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Although running seems like one of the simpler sports in terms of logistics — lace up a pair of sneakers and go, right? — you’ll still find entire books, articles, and lectures about all its technicalities.
This is especially true when it comes to your main piece of equipment: your feet.
Heel strike, push off, stride, and arch are all foot-focused terms you might have heard about when trying on a pair of shoes at the store. But these all boil down to understanding the key element of pronation, aka the natural side-to-side movement of the foot.
Understanding this movement is important because it determines how well your feet are absorbing shock and how evenly you can push off the ground. If your foot rolls too far in or out, you could be wasting energy and, even worse, risking injury without the proper corrective footwear.
This can seem overwhelming to figure out. But don’t fret. If you’re just getting into the running scene but aren’t sure what your running style is — or which running shoes to buy — use this guide to help get you started.
Depending on things like your stride and arch, you could have one of three types of pronation:
- Normal or
neutral pronation. Neutral pronation
is when your foot rolls naturally inward, about 15 percent, allowing it to
absorb the shock, and keep your ankles and legs properly aligned. This makes
you less prone to common injuries of other pronation types.
- Underpronation (aka supination). Underpronation occurs when your foot rolls outward from the ankle and places pressure on
the outer toes. It typically effects someone with higher arches and can cause achilles tendonitis, plantar fasciitis, ankle sprains, shin splints, iliotibial band syndrome, and other shock-related injuries.
- Overpronation. When your foot rolls more than the 15
percent inward or downward,
it’s called overpronation. People with this condition colloquially are considered to
have “flat feet.” This can cause iliotibial band syndrome, which hurts the outside of the knee.
Since this foot movement can be quite subtle for many (who knows what 15 percent rolling feels like?), you’ll likely need outside help to determine which pronation category you fall in to.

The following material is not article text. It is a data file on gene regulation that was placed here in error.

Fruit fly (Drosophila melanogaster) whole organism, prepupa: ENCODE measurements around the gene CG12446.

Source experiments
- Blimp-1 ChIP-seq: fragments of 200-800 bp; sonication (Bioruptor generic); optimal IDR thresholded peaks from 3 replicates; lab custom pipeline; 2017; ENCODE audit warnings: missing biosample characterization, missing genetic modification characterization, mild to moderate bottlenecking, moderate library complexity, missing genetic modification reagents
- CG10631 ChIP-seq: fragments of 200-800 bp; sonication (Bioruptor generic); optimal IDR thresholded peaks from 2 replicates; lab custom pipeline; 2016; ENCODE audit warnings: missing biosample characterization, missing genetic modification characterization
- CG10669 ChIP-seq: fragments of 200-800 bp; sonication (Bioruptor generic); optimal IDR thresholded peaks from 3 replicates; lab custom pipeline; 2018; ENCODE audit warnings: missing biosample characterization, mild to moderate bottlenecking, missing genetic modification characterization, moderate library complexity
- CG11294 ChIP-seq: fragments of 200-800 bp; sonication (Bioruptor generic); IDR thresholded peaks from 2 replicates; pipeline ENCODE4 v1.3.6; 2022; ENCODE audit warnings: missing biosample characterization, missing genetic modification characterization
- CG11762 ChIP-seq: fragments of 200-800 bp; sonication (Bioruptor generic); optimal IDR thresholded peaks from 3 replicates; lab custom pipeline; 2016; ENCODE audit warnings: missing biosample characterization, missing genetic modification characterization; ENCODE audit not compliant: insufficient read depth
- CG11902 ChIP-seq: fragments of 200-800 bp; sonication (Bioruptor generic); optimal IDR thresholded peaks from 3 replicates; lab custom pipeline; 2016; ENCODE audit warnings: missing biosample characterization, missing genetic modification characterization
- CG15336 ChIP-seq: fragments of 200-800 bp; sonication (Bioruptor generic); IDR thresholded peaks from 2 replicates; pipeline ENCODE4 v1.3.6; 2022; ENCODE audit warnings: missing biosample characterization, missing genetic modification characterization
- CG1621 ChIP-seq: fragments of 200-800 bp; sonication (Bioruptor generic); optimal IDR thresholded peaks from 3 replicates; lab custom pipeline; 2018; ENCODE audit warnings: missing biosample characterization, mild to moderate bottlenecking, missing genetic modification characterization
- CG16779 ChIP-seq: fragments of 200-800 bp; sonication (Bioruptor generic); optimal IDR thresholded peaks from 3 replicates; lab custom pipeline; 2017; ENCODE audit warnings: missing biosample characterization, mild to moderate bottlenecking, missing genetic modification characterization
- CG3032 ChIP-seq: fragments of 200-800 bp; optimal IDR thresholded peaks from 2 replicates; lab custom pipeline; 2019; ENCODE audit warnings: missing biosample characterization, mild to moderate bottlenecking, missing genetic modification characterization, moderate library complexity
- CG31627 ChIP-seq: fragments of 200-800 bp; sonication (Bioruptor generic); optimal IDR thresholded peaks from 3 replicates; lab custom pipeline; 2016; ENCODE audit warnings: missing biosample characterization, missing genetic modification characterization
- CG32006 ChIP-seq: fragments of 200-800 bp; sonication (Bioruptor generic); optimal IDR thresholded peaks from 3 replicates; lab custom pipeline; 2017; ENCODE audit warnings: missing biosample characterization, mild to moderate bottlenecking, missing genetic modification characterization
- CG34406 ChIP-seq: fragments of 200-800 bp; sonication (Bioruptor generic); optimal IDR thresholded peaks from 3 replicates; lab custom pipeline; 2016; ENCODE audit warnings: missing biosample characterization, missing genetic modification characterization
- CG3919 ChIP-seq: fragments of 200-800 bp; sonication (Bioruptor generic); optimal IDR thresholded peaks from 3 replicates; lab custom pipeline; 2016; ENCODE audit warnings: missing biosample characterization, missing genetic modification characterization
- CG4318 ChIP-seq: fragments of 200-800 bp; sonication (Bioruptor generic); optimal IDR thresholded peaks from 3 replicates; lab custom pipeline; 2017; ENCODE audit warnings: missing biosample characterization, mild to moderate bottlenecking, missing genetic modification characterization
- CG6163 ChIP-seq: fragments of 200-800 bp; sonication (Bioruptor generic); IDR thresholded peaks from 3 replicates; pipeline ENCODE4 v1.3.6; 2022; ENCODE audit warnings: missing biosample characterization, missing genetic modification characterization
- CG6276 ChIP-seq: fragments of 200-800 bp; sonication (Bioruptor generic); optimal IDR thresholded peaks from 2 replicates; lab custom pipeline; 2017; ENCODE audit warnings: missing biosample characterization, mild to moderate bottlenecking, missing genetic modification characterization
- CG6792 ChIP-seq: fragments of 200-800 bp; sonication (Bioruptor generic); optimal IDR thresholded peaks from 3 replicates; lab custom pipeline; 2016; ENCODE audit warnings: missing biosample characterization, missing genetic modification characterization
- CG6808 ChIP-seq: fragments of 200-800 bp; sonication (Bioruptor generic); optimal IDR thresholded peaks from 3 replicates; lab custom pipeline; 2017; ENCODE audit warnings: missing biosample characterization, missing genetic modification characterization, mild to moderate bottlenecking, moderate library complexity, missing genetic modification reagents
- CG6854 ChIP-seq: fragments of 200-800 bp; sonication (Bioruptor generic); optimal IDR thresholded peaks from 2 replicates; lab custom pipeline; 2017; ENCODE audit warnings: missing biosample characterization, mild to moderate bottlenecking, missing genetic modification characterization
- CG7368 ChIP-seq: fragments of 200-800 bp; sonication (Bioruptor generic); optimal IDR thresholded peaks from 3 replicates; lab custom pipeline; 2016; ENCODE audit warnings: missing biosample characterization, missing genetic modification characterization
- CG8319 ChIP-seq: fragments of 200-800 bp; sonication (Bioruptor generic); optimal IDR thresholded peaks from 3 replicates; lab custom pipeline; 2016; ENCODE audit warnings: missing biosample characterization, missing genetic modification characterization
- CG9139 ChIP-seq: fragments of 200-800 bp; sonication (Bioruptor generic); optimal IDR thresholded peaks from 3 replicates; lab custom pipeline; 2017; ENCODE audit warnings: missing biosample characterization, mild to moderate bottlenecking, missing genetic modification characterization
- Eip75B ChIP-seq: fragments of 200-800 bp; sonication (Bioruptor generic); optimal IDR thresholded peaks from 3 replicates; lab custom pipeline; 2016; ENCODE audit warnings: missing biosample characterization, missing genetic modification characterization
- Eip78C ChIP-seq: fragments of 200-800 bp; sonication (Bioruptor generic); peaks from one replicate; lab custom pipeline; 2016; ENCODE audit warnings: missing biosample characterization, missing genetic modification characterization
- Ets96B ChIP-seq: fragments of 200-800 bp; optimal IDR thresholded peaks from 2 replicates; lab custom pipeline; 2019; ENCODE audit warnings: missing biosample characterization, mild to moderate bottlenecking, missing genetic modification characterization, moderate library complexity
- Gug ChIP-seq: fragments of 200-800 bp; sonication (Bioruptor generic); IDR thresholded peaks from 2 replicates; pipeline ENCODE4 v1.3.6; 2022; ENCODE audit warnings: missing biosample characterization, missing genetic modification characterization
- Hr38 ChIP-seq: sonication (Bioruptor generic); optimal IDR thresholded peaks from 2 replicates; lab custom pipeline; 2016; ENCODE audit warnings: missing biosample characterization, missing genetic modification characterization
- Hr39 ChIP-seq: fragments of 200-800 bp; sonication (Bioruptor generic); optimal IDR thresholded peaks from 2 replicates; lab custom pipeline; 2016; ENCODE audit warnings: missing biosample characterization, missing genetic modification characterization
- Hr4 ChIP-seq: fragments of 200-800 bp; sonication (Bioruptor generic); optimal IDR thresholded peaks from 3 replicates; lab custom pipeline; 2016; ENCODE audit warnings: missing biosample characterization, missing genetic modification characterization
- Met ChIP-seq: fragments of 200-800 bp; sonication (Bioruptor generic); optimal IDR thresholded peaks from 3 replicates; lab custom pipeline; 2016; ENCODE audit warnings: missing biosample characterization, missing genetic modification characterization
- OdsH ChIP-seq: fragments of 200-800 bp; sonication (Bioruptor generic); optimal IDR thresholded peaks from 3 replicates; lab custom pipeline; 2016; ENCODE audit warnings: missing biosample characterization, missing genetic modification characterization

“Get yourself to your local running specialty store, where the employees [can] analyze your form as you run [or walk] on a treadmill,” says Alison Feller, marathon runner and owner of Ali on the Run.
If, however, you don’t have access to a running store, sometimes a professional — such as a podiatrist — can just watch you walk.
In either scenario, someone is checking the sequence of how your foot is landing from one step to the next, known as your gait. Your footprint, arch, and how your weight sits on your feet when you walk are all examined.
Sometimes store employees will capture your gait analysis on video. “The slow-motion playback will allow you both to see whether your ankles and feet are rolling in, staying in a neutral position, or rolling outward,” explains Feller.
Likewise, some experts will choose to use the Foot Posture Index (a tool that measures standing foot posture) because it takes in more information than footprint shape and ankle motion to determine pronation.
You might even be able to tell your pronation at home. Look at your footprint. If your foot appears flat, you’re more likely to overpronate. If you can see a higher arch, then you may be underpronating.
You can also look and see how your shoes tilt. If they tilt inward then that’s overpronating, outward means under.
Now that you’ve figured out which pronation category you fall in to, what should you do about it?
Find the right running shoes.
“Wearing the right running shoes is so important for preventing injury,” says Feller. “If you’re in shoes that don’t offer enough stability, aren’t the right size, or just aren’t comfortable, you’ll end up altering your running form and, very likely, getting injured. And no runner wants to be injured!”
That said, each pair of shoes are created with different amounts and placements of support and cushion to correct the rolling movement either inward or outward.
Underpronators, for example, need a cushioned running shoe with lots of flexible midsole, outside, and heel support to balance the foot rolling outward. Whereas overpronators should look for a shoe with maximum stability, firm midsole, and more structured cushioning under the heel.
Even if you have normal pronation and could likely use a range of running shoes comfortably, it’s best to stick with a neutral one. This means that the cushioning is positioned to allow for that natural foot motion and won’t push it to one side or the other as with the other types of corrective footwear options.